Mumbai: Mantralaya sends library books to Tardeo godownhttps://indianexpress.com/article/cities/mumbai/mumbai-mantralaya-sends-library-books-to-tardeo-godown-5576049/

Mumbai: Mantralaya sends library books to Tardeo godown

Officials from the Directorate General of Information and Public Relations (DGIPR) said 30,072 books were sent to the Tardeo godown from its library on the fifth floor of Mantralaya.

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The library was earlier in a 987-sq ft area on the ground floor of the building. (Representational Image)

UNABLE TO care for or use over 30,000 very old and rare books, including some first editions dating back to the early 1900s, the government library at Mantralaya, the state headquarters, has disposed of these by sending them to a godown in Tardeo.

Officials from the Directorate General of Information and Public Relations (DGIPR) said 30,072 books were sent to the Tardeo godown from its library on the fifth floor of Mantralaya. The library was earlier in a 987-sq ft area on the ground floor of the building. It was shifted to the fifth floor after the main building underwent extensive renovations following a major fire in 2012, in which the fourth, fifth and sixth floors were gutted.

“When the library was shifted to the fifth floor, it was allocated an area of 1,900 sq ft and was therefore required to relinquish the 987 sq ft area it occupied on the ground floor. However, a studio was set up in the ground floor to shoot government programmes, leading to an additional claim on the space allocated for the library on the fifth floor,” said an official.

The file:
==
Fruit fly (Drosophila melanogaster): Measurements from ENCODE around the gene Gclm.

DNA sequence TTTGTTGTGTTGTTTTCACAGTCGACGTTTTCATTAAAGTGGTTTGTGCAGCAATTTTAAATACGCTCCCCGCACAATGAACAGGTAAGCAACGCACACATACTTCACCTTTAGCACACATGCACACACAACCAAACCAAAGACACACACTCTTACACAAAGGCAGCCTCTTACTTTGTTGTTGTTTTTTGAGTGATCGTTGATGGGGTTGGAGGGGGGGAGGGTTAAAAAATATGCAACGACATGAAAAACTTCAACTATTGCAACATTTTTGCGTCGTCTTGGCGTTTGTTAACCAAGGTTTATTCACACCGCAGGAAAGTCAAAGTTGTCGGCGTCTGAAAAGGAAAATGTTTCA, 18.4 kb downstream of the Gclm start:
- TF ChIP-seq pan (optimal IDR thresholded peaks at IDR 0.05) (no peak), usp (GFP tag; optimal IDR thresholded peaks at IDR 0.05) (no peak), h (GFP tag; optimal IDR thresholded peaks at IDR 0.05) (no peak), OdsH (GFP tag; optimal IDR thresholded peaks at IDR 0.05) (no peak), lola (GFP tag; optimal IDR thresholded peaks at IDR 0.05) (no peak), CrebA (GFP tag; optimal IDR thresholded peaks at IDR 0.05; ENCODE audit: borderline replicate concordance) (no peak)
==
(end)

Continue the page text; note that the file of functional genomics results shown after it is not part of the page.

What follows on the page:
The Chief Election Officer’s office needed space for its office, so 1,100 sq ft of the 1,900 sq ft library on the fifth floor was given to the former, leaving the library with less space than it had earlier.

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The books that were despatched to the godown are on subjects ranging from history, philosophy, economics, politics, administration, law, rare reports, art and culture. Until some years ago, officers used the books as reference material. Over the past few years, however, the Mantralaya library has itself seen falling footfalls.

“The library was not used by anyone in the last three years. So, we decided to send these books to the godown,” the official said.

Brijesh Singh, Director General of the Directorate General of Information and Public Relations, said the government has identified and kept rare and valuable books aside. “We have plans to digitise them. Besides, other books have also been kept for safe upkeep,” said Singh. A senior DGIPR official said the department was scouting for suitable spaces where the books may be kept and used. “We are exploring the option of giving these books to the Asiatic Library. We have also asked the state legislature whether they can accommodate some books in their library,” the official added.

B B Waghmare, librarian of the state legislature library, said they have received a communication from the DGIPR about accommodating some books.